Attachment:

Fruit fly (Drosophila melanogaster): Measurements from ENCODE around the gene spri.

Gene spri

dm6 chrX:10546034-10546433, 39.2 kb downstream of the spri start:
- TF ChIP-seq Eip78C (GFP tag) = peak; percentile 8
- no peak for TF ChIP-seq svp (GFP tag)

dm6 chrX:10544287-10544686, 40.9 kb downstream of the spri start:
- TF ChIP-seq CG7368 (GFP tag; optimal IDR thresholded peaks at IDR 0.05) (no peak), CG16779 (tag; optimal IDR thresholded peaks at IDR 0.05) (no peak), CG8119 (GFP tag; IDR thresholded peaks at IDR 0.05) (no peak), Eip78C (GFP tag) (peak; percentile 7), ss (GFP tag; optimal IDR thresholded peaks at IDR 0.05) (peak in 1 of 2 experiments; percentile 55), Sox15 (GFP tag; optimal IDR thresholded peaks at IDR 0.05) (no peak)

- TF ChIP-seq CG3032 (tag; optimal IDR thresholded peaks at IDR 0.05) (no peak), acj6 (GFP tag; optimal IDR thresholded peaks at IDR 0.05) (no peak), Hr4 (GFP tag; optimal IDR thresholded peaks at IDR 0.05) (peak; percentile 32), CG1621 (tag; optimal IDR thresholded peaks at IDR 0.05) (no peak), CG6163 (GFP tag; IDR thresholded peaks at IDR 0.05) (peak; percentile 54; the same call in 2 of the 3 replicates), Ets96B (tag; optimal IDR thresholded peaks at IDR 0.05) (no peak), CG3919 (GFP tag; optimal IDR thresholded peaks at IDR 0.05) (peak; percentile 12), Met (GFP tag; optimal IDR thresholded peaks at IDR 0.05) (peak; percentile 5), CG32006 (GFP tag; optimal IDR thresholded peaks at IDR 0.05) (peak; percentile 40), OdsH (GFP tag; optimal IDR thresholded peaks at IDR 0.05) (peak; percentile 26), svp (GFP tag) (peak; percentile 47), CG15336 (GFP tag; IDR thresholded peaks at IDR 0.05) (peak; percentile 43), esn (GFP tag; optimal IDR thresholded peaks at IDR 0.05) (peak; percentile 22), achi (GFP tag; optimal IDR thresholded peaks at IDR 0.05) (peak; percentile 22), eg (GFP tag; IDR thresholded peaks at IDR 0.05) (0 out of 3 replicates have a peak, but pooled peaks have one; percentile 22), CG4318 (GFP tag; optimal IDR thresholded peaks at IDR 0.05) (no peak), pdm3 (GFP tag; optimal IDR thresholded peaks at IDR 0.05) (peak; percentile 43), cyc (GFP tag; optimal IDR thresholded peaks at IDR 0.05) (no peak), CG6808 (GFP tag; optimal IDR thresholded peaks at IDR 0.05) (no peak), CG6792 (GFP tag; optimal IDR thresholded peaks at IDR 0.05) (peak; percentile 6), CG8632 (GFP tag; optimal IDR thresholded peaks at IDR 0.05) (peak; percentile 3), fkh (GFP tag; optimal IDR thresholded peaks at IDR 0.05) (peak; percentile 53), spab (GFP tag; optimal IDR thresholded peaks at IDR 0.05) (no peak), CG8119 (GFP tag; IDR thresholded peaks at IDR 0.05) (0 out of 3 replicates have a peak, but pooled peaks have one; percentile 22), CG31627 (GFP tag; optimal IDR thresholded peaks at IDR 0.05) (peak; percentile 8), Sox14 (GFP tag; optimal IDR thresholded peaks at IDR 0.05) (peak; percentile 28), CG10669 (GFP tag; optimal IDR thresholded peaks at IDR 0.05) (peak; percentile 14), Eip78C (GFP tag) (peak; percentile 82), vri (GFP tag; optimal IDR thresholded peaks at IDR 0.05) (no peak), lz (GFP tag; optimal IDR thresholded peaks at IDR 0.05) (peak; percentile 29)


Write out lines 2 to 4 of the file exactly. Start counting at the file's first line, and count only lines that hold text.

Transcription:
Gene spri

dm6 chrX:10546034-10546433, 39.2 kb downstream of the spri start:
- TF ChIP-seq Eip78C (GFP tag) = peak; percentile 8